The Argonaut: It’s Time About Finding Life Again

Paul Linke of ‘CHiPs’ fame has come full circle in a series of true-to-life plays that span losing his wife and finding love again

By Christina Campodonico

Paul Linke’s “It’s Time” is a story of true love
Photo by Ed Krieger

Storytelling is like shaping a smooth stone, if you ask Paul Linke.

“If you go to a river, you’ll see incredibly polished stones sitting in the river. The river keeps moving over [the stone], across it, continually shaping it and honing it, and I always felt like the story is the stone and the river is the act of telling it,” he says.

Since 1986, the actor and Mar Vista resident — best known for his role as Officer Artie Grossman on the 1970s TV show “CHiPs” — has been steadily working on a body of autobiographical one-man plays describing his personal journey from a grief-stricken young widower at age 38 to a hopeful man fulfilled by love and happines in his later years.

The critically-acclaimed “Time Flies When You’re Alive,” originally staged at The Powerhouse Theatre in Santa Monica in 1987 and filmed as an HBO special in 1989, began the series and movingly detailed the loss of Linke’s first wife Francesca “Chex” Draper to breast cancer.

“Life After Time,” chronicling Linke’s life as a single father after his wife’s death, and “Father Time,” exploring the fraught family dynamics among his eldest adolescent son Jasper, his father (Andy Griffith’s personal manager, Richard O. Linke) and himself followed in the late ’90s, creating a trilogy of memoir-like monologues.

Linke’s latest work in this vein, “It’s Time” – now playing at Venice’s Pacific Resident Theatre through April 30 — doesn’t dwell as much on family turmoil or tragedy, but looks at how Linke and his three young children’s lives were mended by the love of his second wife, actress Christine Healy, and the birth of their daughter Lily, in the years following
Francesca’s devastating death.

Having performed “Times Flies When You’re Alive” for decades, Linke felt it was time to create a show dedicated to Healy after the 25th anniversary production of “Time Flies” at Santa Monica’s Ruskin Group Theatre.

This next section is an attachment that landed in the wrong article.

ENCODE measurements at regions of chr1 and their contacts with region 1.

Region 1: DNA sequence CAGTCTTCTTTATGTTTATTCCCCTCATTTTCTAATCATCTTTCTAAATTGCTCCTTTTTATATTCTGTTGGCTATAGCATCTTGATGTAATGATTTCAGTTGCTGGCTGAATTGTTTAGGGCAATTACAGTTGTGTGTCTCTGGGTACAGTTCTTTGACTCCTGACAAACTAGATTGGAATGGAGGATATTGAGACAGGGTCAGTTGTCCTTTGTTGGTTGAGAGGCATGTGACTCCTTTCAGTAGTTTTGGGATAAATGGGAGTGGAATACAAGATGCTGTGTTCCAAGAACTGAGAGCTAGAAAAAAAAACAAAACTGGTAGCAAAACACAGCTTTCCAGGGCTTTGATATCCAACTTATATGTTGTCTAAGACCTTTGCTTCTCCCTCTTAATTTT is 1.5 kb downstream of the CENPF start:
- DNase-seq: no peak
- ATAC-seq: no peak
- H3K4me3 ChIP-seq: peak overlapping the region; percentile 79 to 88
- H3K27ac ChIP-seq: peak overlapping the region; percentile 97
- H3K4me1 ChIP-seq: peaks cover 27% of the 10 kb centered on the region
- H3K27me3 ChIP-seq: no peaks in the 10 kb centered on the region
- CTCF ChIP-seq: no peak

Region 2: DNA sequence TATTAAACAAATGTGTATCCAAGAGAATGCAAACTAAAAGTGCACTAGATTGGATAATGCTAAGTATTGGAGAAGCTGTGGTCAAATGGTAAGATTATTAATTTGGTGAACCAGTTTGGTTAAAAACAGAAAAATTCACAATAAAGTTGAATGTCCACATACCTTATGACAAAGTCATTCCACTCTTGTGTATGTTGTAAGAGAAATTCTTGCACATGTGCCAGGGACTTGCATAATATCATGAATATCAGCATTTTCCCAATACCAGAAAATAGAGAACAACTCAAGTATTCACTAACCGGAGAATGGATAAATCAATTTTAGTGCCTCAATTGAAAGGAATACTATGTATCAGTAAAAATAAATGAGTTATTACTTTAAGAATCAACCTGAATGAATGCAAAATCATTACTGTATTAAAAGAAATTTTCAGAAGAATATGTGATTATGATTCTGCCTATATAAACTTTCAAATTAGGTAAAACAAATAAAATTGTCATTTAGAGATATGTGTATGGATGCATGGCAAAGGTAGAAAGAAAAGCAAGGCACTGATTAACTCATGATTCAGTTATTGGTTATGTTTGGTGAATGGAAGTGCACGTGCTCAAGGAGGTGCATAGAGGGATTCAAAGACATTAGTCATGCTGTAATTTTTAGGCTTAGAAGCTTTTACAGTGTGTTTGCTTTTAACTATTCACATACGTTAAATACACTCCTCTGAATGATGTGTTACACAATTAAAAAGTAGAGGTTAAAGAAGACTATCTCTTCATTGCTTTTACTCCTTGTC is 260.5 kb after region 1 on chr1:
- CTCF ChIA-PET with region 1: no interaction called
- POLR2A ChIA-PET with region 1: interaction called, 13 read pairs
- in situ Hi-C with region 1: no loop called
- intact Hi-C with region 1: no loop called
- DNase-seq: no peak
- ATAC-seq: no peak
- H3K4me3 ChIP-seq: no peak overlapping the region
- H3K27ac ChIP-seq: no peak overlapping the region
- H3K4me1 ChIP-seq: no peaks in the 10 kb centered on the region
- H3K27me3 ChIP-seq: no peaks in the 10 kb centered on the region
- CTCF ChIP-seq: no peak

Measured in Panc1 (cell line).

“I could see in her eyes — as supportive and as loving as she was being — that you know what, it was time to maybe put that one away, at least until I was able to figure out a show for her,” says Linke, 68.

Returning to familiar territory, the actor and writer started working on a show called “It’s About Time” about death and dying, or, as Linke describes it, “everything you wanted to know about death, but were afraid to ask.”

The show wasn’t turning out as Linke had hoped, but talks with director Edward Edwards led him in a different direction.

“He kept saying to me, ‘Well, the real story is Christine,’” recounts Linke. “And I said, ‘Yeah, but how do you tell that story? It’s a happy story; there’s no story. It’s just a happy story.’”

Linke had an epiphany, however, when visiting his adult children in the Bay Area over Thanksgiving 2015.

“I looked at the kids, I looked at Christine, and I went, ‘My God, you’ve done this incredible, incredible thing.’ I felt like I needed to honor that,” says Linke.

So he started working on a one-man show dedicated to Healy and asked his children to write letters to her, which he read during The Miles Memorial Playhouse’s “Fireside at the Miles” on the night before Valentine’s Day last year. He called the show “It’s Valentime,” and Healy had no idea that the show was about her until she was sitting in the audience.

“She was, I think, in shock, because all of a sudden she realizes in the middle of it what it is,” recalls Linke. “We came home that night and I gave her the kids’ letters —you know, the hard copies — and she was quite moved, truly sobbing. To get that kind of acknowledgement from them, it’s very meaningful to her and I think she’s proud of the play.”

Since then, Linke has performed his tribute to Healy at the Ruskin Group Theatre in Santa Monica, a performance which the L.A. Times called, “a bold and unvarnished recapitulation of Linke’s tribulations and triumphs” and “bracingly astringent, a splash in the face reawakening us to our shared mortality.”

With “It’s Time” at Pacific Resident Theatre, it seems that Linke’s lifelong exploration of love, family, grief, death and rejuvenation has come full circle, like bookends to a great personal history.

But Linke takes nothing for granted, cherishing every moment on stage.

“A story is a living thing,” he says. “The more you tell it, the more refined it becomes. And if you’re fortunate enough to have enough times, enough chances to be in performance with it, you know it can get really beautifully refined simply by the act of doing it.”

For Linke, the story — like life — doesn’t stop. It just keeps flowing like water.

“It’s Time” is now playing at 8 p.m. Thursdays, Fridays and Saturdays and at 3 p.m. Sundays through April 30 at Pacific Resident Theatre, 705 1/2 Venice Blvd., Venice. $25 to $30. Call (310) 822-8392 or visit

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